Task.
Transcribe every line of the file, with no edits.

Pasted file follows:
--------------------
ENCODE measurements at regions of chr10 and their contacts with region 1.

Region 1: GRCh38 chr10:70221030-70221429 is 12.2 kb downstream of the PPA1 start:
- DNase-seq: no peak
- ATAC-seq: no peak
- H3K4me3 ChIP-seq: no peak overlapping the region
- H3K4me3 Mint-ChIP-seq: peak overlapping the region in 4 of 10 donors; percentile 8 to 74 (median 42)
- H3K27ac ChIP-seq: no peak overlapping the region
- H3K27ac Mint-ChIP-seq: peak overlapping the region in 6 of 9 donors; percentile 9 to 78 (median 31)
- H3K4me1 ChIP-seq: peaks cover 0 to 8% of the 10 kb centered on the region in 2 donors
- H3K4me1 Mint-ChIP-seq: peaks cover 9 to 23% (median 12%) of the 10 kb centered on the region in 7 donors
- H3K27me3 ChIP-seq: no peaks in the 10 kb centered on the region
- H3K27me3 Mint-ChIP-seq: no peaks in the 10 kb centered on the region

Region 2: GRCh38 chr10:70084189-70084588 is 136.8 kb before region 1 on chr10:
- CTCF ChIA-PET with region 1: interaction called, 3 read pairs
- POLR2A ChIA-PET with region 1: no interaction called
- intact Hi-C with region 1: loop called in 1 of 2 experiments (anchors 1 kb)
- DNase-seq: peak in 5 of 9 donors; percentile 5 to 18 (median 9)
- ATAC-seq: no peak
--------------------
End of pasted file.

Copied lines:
ENCODE measurements at regions of chr10 and their contacts with region 1.

Region 1: GRCh38 chr10:70221030-70221429 is 12.2 kb downstream of the PPA1 start:
- DNase-seq: no peak
- ATAC-seq: no peak
- H3K4me3 ChIP-seq: no peak overlapping the region
- H3K4me3 Mint-ChIP-seq: peak overlapping the region in 4 of 10 donors; percentile 8 to 74 (median 42)
- H3K27ac ChIP-seq: no peak overlapping the region
- H3K27ac Mint-ChIP-seq: peak overlapping the region in 6 of 9 donors; percentile 9 to 78 (median 31)
- H3K4me1 ChIP-seq: peaks cover 0 to 8% of the 10 kb centered on the region in 2 donors
- H3K4me1 Mint-ChIP-seq: peaks cover 9 to 23% (median 12%) of the 10 kb centered on the region in 7 donors
- H3K27me3 ChIP-seq: no peaks in the 10 kb centered on the region
- H3K27me3 Mint-ChIP-seq: no peaks in the 10 kb centered on the region

Region 2: GRCh38 chr10:70084189-70084588 is 136.8 kb before region 1 on chr10:
- CTCF ChIA-PET with region 1: interaction called, 3 read pairs
- POLR2A ChIA-PET with region 1: no interaction called
- intact Hi-C with region 1: loop called in 1 of 2 experiments (anchors 1 kb)
- DNase-seq: peak in 5 of 9 donors; percentile 5 to 18 (median 9)
- ATAC-seq: no peak